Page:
#TrueWorship#TrueFaith

Friday, September 17th, 2021

I’m coming close to finishing my series on Mark-The Servant King. The final 5 sermons will cover chapters 11-16. This week’s message begins what is often called “Passion Week” found in chapter 11.

I’ve decided to divide this chapter into 2 sections: True Worship and True Faith.

The first includes Jesus as He rides into Jerusalem on a donkey. I’m going to include a quote from a man by the name of Steve Lambert which shows the difference between Jesus entering Jerusalem and Mohammad entering Mecca. Since it a bit long for this post, I’m going to begin next week with it. I hope you will make your way back here to see that quote.  Meanwhile, as Jesus rode into Jerusalem, the people were yelling Hosanna (which means “Save Now!”) and laying palm branches on the ground. Sadly, they were not praising Jesus because He was the Messiah. They were not pleading for salvation from sin but for blessing, prosperity, and deliverance from Roman rule.  I’ll let you make your own application to how that applies to today’s “religious” people.

The second is Jesus’ incident with the fig tree that had leaves but no fruit. It is not easily understood by many because it seems harsh. A tree with leaves but no figs. Why was it cursed to a life of never bearing fruit?  I hope to explain that during this part of the message.

Hudson Taylor, the great missionary of another time, once said,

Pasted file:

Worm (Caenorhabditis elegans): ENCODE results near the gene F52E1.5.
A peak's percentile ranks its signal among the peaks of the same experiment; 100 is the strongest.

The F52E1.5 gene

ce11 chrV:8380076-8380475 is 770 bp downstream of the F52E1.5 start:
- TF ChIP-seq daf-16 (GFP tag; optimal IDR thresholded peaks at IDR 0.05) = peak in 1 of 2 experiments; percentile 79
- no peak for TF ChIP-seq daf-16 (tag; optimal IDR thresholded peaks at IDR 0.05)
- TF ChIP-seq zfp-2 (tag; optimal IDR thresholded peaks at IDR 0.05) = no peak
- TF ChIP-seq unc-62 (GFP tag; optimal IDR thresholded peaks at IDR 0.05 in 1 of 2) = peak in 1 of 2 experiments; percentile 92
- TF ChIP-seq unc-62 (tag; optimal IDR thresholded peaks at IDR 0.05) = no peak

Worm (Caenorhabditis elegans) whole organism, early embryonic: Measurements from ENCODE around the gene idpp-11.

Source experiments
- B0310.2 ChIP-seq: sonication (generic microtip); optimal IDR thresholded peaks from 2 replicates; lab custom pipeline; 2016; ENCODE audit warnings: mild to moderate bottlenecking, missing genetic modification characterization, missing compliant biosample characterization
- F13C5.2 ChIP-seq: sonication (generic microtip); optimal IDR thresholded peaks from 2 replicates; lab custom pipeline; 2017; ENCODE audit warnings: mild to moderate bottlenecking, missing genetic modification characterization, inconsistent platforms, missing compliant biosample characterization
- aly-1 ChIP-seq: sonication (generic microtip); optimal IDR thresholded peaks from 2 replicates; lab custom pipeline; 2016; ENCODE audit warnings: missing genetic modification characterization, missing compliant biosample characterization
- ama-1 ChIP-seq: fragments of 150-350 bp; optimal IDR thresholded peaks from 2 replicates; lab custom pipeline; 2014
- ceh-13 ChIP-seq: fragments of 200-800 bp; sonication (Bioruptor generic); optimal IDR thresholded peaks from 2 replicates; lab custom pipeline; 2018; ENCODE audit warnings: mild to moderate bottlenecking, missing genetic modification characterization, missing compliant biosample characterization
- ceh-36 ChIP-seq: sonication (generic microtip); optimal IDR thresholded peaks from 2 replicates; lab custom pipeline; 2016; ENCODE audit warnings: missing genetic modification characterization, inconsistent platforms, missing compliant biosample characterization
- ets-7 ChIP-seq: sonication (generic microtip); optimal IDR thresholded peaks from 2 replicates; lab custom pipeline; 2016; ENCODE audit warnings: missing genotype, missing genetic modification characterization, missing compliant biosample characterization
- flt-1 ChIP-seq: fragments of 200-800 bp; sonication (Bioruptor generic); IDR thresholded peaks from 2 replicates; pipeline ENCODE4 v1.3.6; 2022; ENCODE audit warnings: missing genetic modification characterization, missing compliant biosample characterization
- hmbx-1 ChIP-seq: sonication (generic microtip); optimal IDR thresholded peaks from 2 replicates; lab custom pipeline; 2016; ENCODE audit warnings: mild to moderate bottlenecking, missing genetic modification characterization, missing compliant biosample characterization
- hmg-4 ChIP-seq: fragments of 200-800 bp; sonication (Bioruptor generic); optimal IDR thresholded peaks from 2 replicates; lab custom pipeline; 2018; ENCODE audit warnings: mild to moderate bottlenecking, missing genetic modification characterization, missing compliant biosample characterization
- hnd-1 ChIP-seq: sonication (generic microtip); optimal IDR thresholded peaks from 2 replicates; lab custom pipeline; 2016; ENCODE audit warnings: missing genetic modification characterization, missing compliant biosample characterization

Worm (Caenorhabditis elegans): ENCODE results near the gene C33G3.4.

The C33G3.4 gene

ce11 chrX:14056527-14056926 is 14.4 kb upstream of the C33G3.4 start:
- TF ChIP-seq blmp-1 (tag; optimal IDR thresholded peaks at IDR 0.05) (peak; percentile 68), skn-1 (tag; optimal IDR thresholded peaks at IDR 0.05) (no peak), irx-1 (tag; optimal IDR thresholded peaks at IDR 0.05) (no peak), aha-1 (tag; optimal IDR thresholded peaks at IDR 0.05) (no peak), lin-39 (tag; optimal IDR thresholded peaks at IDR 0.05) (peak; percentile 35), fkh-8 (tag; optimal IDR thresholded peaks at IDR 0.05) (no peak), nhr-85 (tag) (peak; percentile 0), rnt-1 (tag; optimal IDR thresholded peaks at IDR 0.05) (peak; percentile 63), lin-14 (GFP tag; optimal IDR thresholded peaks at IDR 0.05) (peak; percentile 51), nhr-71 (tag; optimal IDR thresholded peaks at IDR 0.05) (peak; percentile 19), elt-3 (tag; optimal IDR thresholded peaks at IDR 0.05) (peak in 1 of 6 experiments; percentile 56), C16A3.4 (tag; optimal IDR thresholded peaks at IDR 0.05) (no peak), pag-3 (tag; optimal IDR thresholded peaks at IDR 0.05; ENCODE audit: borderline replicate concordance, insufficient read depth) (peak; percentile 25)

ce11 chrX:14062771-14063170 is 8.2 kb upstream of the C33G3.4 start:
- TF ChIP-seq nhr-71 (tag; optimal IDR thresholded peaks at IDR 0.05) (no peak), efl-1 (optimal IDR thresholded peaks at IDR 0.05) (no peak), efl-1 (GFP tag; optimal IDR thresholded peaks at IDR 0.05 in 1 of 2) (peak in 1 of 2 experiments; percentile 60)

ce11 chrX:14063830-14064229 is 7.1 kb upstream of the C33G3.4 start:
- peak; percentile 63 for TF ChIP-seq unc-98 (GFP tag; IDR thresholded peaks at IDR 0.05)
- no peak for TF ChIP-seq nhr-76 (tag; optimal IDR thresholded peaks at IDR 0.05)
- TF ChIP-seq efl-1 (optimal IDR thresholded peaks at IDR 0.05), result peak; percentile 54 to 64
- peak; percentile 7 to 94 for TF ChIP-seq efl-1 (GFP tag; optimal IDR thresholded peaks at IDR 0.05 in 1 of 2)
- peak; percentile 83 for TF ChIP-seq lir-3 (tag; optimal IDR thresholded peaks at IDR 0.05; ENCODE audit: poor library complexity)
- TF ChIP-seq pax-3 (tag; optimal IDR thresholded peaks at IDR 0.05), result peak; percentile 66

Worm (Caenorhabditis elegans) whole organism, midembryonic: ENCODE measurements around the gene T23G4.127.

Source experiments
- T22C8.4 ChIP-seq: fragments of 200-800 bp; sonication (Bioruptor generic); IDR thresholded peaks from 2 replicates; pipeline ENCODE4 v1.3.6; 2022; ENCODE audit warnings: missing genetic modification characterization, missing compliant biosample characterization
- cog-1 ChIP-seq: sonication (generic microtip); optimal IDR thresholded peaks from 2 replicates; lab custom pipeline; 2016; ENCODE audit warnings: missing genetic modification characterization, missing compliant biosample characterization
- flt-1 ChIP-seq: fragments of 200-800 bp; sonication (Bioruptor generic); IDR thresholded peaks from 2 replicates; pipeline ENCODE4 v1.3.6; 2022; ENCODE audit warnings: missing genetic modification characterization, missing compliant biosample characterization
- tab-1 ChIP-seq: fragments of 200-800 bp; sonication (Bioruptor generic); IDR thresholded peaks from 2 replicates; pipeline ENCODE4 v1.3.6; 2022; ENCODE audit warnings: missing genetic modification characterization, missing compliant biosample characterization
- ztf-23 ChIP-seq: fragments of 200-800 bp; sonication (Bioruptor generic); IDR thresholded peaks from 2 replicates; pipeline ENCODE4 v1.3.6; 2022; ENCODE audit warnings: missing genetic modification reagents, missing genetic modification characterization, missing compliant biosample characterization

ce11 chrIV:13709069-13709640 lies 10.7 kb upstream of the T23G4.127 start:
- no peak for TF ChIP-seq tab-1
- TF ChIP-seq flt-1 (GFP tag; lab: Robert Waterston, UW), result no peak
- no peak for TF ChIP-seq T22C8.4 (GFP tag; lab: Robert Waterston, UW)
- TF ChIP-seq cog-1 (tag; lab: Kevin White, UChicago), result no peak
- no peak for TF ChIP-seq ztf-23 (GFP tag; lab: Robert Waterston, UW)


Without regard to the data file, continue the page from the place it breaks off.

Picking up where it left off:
God uses men who are weak and feeble enough to lean on Him.

May our faith always be the kind that trusts and forgives like Jesus did.  Check us out Sunday in person or online at 9 and 10:45. I’d love to have you visit with us. If not, please pray.

#Post9/11#SundayPoints

Sunday, September 12th, 2021

I wasn’t lazy. Honestly. 🙂  And I wasn’t forgetful. (Although that is a possibility at times).

I was trying to honor the 9/11 moment in history. After my last post I wanted it to stay for few days.

So today, I would like to give you some insight into my sermon today (or yesterday) depending on when you read this. I preached from Mark 10 and has been the protocol I had to leave out some of the chapter. For someone who preaches 45-50 minutes they might be able to do it, but since I preach in the neighborhood of 25 minutes I have to be selective.  My title was “How to Avoid a Face Plant” and I suspect you can figure out that it has something to do with pride.  You would be right. Someone has said,

Pride is the only disease known to man that makes everyone sick except the person who has it.

Proverbs 11:2 says, “When pride comes, then comes dishonor; But with the humble there is wisdom.”  We are familiar with the easy translation of Pr.16:18: “Pride goes before the fall.”

In Mark 10 Jesus gives us four lessons we need to learn: